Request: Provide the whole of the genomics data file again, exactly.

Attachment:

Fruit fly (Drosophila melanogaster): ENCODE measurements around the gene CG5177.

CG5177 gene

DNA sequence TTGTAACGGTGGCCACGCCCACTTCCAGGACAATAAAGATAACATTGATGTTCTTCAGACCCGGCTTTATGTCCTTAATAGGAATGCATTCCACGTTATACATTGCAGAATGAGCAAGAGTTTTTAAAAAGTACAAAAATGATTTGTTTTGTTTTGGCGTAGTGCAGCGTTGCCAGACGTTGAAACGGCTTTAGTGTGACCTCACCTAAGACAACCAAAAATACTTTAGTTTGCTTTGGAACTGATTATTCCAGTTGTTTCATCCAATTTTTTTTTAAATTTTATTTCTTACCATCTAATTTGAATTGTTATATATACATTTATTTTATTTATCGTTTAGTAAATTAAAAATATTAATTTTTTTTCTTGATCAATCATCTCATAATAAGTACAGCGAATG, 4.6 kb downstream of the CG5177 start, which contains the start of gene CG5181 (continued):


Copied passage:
Fruit fly (Drosophila melanogaster): ENCODE measurements around the gene CG5177.

CG5177 gene

DNA sequence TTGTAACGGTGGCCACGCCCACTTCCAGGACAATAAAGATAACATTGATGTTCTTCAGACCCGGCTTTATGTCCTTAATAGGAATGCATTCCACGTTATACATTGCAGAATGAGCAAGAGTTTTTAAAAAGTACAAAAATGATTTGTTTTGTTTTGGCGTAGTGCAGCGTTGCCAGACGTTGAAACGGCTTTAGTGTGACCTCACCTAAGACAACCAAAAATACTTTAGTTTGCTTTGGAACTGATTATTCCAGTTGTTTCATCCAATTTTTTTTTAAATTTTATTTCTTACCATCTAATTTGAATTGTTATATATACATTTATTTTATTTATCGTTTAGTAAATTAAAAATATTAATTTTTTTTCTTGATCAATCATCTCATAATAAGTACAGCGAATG, 4.6 kb downstream of the CG5177 start, which contains the start of gene CG5181 (continued):